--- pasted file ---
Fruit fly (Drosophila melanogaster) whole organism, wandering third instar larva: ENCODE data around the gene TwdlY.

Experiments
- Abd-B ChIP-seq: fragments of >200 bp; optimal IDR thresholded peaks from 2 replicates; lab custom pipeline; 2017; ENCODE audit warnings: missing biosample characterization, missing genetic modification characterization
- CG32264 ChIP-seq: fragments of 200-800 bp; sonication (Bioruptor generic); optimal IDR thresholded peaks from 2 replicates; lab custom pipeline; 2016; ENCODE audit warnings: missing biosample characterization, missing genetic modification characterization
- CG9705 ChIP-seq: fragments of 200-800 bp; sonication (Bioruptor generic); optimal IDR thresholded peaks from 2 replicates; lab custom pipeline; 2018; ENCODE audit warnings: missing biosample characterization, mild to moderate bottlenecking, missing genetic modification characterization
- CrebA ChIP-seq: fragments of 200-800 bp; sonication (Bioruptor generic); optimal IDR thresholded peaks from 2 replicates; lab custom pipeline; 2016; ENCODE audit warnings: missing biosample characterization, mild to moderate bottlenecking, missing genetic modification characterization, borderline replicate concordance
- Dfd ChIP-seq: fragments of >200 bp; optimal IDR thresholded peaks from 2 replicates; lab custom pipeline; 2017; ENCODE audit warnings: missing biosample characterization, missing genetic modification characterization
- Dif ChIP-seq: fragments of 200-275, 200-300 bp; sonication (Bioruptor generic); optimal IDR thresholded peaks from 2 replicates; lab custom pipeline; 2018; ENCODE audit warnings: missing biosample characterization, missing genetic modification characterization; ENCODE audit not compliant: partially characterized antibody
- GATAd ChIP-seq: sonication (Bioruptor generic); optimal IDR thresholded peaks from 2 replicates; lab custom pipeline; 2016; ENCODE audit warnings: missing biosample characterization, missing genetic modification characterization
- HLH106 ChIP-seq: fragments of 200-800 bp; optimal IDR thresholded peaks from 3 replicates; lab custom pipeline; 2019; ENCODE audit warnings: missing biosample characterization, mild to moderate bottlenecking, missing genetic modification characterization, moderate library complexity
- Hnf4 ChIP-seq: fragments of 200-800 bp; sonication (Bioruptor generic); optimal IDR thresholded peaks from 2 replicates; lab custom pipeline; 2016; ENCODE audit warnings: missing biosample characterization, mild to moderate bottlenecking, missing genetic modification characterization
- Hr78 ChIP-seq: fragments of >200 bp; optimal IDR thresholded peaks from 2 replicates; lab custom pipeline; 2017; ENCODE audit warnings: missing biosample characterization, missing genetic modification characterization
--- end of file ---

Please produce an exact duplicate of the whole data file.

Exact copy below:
Fruit fly (Drosophila melanogaster) whole organism, wandering third instar larva: ENCODE data around the gene TwdlY.

Experiments
- Abd-B ChIP-seq: fragments of >200 bp; optimal IDR thresholded peaks from 2 replicates; lab custom pipeline; 2017; ENCODE audit warnings: missing biosample characterization, missing genetic modification characterization
- CG32264 ChIP-seq: fragments of 200-800 bp; sonication (Bioruptor generic); optimal IDR thresholded peaks from 2 replicates; lab custom pipeline; 2016; ENCODE audit warnings: missing biosample characterization, missing genetic modification characterization
- CG9705 ChIP-seq: fragments of 200-800 bp; sonication (Bioruptor generic); optimal IDR thresholded peaks from 2 replicates; lab custom pipeline; 2018; ENCODE audit warnings: missing biosample characterization, mild to moderate bottlenecking, missing genetic modification characterization
- CrebA ChIP-seq: fragments of 200-800 bp; sonication (Bioruptor generic); optimal IDR thresholded peaks from 2 replicates; lab custom pipeline; 2016; ENCODE audit warnings: missing biosample characterization, mild to moderate bottlenecking, missing genetic modification characterization, borderline replicate concordance
- Dfd ChIP-seq: fragments of >200 bp; optimal IDR thresholded peaks from 2 replicates; lab custom pipeline; 2017; ENCODE audit warnings: missing biosample characterization, missing genetic modification characterization
- Dif ChIP-seq: fragments of 200-275, 200-300 bp; sonication (Bioruptor generic); optimal IDR thresholded peaks from 2 replicates; lab custom pipeline; 2018; ENCODE audit warnings: missing biosample characterization, missing genetic modification characterization; ENCODE audit not compliant: partially characterized antibody
- GATAd ChIP-seq: sonication (Bioruptor generic); optimal IDR thresholded peaks from 2 replicates; lab custom pipeline; 2016; ENCODE audit warnings: missing biosample characterization, missing genetic modification characterization
- HLH106 ChIP-seq: fragments of 200-800 bp; optimal IDR thresholded peaks from 3 replicates; lab custom pipeline; 2019; ENCODE audit warnings: missing biosample characterization, mild to moderate bottlenecking, missing genetic modification characterization, moderate library complexity
- Hnf4 ChIP-seq: fragments of 200-800 bp; sonication (Bioruptor generic); optimal IDR thresholded peaks from 2 replicates; lab custom pipeline; 2016; ENCODE audit warnings: missing biosample characterization, mild to moderate bottlenecking, missing genetic modification characterization
- Hr78 ChIP-seq: fragments of >200 bp; optimal IDR thresholded peaks from 2 replicates; lab custom pipeline; 2017; ENCODE audit warnings: missing biosample characterization, missing genetic modification characterization